Although the unrest in Honiara has subsided, in parliament, the opposition is preparing to vote against Sogavare’s leadership and force his resignation through no-confidence.

Sogavare’s decision two years ago to establish diplomatic ties with Beijing, and thus sever ties with Taipei, has been a focal point of criticism against his leadership. During the rioting, a delegation from the most populous island of Malaita arrived in Honiara, which is located on the island of Guadalcanal, and expressed displeasure with the diplomatic decision.

For a long time, there were problems between Malaita Island and the central government, particularly over issues in the mining and logging sectors as they have created problems for local businesses. Malaita islanders felt that their interests were not fully accounted for by policymakers in Honiara. These issues also emerged more strongly in the context of the economic crisis that arose in the country due to the COVID-19 pandemic. The archipelago has been closed for nearly two years, meaning that foreign tourists and businesspeople do not visit, contributing to economic stagnation.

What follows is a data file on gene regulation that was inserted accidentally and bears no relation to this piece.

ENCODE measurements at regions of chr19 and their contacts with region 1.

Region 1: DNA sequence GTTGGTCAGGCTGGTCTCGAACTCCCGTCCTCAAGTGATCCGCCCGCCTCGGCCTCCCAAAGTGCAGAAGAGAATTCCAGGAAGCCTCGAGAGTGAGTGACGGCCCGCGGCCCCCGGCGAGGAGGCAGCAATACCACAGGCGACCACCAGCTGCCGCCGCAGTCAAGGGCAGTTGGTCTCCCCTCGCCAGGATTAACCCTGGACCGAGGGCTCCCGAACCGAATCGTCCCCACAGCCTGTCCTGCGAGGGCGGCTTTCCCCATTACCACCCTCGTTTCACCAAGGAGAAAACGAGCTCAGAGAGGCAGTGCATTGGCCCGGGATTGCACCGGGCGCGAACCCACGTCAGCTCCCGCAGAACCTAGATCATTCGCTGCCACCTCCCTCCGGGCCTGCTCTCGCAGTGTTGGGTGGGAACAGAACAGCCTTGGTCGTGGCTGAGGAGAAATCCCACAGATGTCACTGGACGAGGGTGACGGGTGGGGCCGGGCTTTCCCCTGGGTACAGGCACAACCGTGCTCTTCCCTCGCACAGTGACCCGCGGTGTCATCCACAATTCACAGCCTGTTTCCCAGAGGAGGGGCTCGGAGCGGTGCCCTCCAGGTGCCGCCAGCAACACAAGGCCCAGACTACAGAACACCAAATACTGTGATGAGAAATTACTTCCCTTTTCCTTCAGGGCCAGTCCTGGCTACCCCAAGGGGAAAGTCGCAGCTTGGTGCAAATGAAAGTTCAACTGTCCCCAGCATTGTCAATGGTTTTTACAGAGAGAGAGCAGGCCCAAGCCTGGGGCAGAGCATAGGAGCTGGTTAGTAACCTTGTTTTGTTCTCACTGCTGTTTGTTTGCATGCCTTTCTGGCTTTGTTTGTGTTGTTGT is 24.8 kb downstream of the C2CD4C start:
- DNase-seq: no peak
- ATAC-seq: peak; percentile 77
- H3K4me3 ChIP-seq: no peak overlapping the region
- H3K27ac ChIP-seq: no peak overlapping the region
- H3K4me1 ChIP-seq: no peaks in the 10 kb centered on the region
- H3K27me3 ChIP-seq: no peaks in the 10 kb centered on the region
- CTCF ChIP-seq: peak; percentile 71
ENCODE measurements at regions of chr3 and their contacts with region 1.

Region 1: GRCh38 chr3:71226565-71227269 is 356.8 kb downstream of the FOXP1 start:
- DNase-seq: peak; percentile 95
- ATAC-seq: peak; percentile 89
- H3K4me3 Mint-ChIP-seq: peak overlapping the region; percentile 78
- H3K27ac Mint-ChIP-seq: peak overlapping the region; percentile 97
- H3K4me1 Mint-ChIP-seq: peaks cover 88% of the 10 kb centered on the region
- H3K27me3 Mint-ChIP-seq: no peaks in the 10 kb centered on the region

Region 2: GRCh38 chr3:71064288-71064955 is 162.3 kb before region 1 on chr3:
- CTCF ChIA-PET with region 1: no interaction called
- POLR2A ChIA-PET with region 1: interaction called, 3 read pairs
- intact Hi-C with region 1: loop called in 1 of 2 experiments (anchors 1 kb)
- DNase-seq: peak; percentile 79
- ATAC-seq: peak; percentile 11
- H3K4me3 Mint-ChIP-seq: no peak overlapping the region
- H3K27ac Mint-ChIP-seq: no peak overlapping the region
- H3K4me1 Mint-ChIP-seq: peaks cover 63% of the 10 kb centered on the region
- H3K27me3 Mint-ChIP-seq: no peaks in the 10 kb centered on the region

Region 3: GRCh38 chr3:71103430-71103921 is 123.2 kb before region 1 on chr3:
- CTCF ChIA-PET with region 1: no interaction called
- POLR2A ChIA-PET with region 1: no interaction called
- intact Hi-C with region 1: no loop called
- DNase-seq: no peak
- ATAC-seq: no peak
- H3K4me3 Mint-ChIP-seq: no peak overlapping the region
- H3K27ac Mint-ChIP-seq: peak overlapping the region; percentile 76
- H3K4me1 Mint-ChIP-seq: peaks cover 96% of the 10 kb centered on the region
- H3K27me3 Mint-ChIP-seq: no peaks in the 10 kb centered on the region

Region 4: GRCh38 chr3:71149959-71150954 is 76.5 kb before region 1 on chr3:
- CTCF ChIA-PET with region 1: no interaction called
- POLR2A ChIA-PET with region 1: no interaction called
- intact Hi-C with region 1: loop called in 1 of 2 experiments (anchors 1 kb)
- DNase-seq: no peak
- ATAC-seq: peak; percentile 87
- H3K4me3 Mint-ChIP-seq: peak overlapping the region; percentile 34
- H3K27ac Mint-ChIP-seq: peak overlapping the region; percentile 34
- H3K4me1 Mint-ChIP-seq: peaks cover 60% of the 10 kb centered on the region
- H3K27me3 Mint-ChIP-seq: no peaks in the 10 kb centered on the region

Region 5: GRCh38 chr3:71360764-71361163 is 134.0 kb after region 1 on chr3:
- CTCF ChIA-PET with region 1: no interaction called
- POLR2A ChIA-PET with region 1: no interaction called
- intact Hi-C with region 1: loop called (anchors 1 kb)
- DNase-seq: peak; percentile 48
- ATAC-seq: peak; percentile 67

At the start of the riots, Sogavare blamed foreign interference over his government’s decision to switch alliances from Taiwan to Beijing for the anti-government protests, arson and looting. However, it is difficult to believe that the mostly subsistence agricultural people of Malaita are so politically savvy that they would rather maintain diplomatic relations with Taipei instead of Beijing. This is especially the case when the whole world, with the exception of 14 small United Nation member states, all adhere to the “One China” principle and maintain diplomatic relations with Beijing and not Taipei.